Know What You Own

Y2K Scenario For Structured Finance 

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The amendments to the Capital Requirements Directive (CRD) passed this month by the European Union contain two significant provisions.  The first is the 5% skin in the game retention required for issuers of securitized assets.  That provision has received the most press coverage, especially in the U.S..

 The second provision may be more significant to any potential recovery from this global financial crisis, although it has received very little coverage.  The provision mandates know what you own.  For European financial entities (banks, insurance companies and some investor funds), the provision means having real-time transparency into the loan-level performance underlying structured finance securities.  Issuers must supply this data as of December 31, 2010.

 The EU has essentially promulgated real-time, loan-level transparency (know what you own) as the de facto global standard.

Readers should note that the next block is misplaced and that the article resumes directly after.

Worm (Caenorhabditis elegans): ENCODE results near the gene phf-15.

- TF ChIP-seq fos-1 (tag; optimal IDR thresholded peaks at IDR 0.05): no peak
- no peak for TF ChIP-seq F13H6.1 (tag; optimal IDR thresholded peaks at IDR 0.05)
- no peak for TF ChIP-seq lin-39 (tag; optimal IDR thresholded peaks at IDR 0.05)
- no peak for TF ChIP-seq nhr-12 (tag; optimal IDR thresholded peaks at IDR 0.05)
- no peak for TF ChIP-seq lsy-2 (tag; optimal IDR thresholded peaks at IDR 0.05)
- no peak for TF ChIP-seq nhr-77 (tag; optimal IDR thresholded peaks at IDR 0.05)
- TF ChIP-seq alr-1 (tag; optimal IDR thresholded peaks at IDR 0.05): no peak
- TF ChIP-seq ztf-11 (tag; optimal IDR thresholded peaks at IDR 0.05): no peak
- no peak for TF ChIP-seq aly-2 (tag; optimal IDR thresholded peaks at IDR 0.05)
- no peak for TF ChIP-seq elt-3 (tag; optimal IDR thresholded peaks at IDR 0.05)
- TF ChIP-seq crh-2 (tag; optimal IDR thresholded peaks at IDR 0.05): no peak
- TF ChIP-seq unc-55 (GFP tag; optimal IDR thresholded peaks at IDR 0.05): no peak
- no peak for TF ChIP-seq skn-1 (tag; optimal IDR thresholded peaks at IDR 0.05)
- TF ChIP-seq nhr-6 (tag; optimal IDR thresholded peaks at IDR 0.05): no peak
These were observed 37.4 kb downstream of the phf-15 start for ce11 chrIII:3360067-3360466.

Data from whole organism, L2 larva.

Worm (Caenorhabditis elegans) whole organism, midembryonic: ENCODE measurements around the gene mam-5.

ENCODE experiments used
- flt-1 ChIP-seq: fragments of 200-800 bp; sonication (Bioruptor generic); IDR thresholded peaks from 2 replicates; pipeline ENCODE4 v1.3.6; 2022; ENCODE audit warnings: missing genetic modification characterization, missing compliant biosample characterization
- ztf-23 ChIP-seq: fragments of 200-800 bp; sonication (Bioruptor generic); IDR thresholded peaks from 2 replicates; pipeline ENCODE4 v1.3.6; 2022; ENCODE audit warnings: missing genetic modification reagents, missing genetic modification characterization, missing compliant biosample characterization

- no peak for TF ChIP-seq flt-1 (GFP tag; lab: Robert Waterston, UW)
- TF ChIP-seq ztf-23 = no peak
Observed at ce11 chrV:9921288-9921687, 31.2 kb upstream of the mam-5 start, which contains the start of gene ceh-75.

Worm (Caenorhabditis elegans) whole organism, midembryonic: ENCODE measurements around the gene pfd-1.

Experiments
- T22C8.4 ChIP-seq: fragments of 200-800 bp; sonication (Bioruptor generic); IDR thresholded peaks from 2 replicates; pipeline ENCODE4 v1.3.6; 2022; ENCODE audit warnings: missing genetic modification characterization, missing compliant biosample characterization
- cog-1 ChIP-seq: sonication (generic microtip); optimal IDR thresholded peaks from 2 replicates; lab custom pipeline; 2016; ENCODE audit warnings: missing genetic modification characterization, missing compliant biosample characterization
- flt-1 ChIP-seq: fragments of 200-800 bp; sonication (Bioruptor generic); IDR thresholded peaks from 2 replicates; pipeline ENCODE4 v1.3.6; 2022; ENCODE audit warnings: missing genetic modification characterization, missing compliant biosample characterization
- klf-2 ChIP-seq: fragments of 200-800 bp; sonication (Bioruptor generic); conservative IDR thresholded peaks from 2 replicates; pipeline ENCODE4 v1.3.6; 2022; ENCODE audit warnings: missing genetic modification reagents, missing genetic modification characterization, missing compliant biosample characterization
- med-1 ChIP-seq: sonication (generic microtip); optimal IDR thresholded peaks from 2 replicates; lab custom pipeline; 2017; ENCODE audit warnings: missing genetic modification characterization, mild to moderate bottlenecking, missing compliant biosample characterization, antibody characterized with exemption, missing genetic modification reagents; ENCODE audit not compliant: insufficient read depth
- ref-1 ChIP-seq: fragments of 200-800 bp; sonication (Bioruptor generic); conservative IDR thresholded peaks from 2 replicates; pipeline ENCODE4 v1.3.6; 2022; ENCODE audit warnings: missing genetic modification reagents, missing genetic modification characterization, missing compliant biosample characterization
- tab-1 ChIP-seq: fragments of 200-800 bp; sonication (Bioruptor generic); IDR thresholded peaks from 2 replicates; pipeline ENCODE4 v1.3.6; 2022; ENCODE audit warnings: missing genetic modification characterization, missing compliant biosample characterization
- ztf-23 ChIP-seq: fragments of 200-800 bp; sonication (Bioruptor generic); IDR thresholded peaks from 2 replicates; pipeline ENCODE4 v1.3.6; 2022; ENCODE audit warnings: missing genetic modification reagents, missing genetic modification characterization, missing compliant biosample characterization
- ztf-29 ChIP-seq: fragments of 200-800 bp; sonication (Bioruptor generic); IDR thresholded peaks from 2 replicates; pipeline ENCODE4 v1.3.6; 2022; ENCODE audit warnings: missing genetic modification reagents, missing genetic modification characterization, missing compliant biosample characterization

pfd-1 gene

Why will know what you own now be the global standard?  Because there is no viable business model that would have a U.S. firm supply real-time, loan-level detail to European investors while continuing to provide something less to U.S. investors.

 Additionally, the European Central Bank is requiring that this timely, loan-level performance data be given to credit rating companies.  This data can then be factored into their current ratings so the ECB can better manage its risk.  The implications for our TALF program should not be missed.

 Because of the December 31, 2010 compliance date, we have now shifted to a Y2K scenario for the standard of real-time, loan-level transparency.